IIAS | IIAS Newsletter Online | No. 19 | Regions | Central Asia


Johan van Manen
The founder of Tibetology in the Netherlands

The now largely forgotten Dutch Orientalist Johan van Manen collected a wealth of material in the fields of Tibetology and Oriental Studies. Thanks to him numerous manuscripts, block-prints, and other objects, are now preserved in Leiden. Only few people know this. Hence this introduction to the public so that we should remind ourselves of the Dutch Orientalist Johan van Manen and the sterling service he rendered Tibetology in particular and Indology in general.

By Yang Enhong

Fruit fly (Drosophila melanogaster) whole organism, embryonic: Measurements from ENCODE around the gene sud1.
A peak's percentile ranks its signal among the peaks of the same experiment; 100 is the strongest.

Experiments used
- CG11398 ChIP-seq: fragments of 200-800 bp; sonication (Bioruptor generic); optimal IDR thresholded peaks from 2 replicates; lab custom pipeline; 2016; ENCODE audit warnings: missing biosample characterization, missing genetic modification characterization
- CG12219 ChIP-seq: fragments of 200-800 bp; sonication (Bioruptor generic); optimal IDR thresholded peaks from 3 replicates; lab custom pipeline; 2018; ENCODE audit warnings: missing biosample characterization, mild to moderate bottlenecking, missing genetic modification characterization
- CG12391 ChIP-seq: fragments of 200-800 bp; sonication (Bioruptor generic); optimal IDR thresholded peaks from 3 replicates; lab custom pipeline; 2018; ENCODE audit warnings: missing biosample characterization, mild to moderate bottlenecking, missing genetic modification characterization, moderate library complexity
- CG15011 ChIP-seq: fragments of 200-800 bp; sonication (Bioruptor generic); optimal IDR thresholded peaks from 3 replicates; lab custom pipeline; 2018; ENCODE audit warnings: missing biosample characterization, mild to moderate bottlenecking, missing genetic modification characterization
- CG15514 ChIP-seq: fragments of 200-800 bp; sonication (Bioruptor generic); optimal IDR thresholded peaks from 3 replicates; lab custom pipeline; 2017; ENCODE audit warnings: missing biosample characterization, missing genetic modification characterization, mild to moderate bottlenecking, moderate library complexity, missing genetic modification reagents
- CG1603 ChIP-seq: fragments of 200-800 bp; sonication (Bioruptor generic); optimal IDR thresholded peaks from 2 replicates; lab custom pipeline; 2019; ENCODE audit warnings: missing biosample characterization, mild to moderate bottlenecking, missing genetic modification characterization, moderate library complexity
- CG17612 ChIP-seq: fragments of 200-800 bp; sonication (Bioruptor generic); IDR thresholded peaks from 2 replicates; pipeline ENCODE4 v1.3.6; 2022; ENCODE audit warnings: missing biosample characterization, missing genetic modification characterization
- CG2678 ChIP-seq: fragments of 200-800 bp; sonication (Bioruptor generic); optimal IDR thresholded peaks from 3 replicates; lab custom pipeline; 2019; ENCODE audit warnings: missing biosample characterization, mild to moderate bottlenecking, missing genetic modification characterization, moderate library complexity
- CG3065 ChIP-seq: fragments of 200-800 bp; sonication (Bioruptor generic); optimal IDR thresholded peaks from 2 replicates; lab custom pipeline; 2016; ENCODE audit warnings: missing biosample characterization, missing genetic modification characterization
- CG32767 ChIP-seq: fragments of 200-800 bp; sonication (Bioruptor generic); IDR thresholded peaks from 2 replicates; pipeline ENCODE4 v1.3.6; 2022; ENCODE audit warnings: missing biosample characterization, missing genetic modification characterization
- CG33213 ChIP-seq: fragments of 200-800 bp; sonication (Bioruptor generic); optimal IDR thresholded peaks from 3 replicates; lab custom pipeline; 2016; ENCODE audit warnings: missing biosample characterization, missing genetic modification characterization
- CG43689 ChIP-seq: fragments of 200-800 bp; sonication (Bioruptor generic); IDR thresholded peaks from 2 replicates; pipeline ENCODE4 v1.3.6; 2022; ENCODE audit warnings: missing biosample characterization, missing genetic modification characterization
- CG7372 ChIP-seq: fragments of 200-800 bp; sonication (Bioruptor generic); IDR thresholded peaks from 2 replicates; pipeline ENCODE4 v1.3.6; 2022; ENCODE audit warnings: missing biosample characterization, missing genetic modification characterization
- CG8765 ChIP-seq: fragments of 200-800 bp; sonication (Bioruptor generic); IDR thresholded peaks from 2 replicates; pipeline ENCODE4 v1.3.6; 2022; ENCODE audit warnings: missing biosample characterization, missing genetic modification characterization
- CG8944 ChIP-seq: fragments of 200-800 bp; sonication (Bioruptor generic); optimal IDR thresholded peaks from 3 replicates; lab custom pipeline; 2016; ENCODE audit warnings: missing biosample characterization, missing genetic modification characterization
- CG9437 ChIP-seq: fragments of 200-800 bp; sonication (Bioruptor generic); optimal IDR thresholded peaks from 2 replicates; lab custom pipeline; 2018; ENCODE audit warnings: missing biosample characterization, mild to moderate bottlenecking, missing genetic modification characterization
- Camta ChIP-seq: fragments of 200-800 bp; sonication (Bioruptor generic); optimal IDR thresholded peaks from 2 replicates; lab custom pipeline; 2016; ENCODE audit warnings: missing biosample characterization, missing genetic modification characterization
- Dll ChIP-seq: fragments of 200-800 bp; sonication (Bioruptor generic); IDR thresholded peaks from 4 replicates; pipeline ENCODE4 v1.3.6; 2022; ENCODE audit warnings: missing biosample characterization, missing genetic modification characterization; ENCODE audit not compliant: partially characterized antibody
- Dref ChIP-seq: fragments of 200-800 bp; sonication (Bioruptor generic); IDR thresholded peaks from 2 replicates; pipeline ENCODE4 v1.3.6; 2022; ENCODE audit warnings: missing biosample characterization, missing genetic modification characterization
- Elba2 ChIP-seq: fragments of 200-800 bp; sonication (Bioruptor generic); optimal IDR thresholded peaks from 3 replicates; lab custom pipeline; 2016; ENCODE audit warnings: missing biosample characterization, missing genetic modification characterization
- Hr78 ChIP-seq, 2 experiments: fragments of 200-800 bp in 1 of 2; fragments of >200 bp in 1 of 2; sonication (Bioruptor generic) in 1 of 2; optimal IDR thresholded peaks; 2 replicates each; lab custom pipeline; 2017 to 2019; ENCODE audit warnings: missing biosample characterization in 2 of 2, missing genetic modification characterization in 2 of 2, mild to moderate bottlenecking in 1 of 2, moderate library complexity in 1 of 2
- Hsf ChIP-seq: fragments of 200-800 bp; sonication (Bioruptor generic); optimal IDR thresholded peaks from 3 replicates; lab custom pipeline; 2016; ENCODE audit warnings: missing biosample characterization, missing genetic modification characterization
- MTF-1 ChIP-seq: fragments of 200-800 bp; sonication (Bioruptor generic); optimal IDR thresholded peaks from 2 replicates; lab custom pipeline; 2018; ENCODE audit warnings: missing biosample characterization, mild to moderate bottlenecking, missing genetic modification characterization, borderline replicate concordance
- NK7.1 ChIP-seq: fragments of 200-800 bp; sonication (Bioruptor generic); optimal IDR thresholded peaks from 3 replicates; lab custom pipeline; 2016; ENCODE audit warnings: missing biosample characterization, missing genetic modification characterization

People know little about the research of Tibetology in the Netherlands and far fewer know of Johan van Manen, the founder of Tibetology there. I am honoured to have had a chance to visit the University of Leiden and the International Institute for Asian Studies from November 1998 to May 1999, which enabled me to become acquainted with him and his work. During this period, I first came across the name of Johan van Manen when glancing over the rich Tibetologic material here. This chance encounter aroused my curiosity about this person: a Dutch Orientalist, who had been working in India in the first decades of the twentieth century. I would like to thank the Tibetologists Dr Henk Blezer and Drs Peter Richardus and the Sinologist Drs P.N. Kuiper who have helped me to find material on and to correct my article re-introducing Johan van Manen. Peter Richardus is the author of a biography of Van Manen (Richardus, 1989) and was the first man to introduce Van Manen to the public.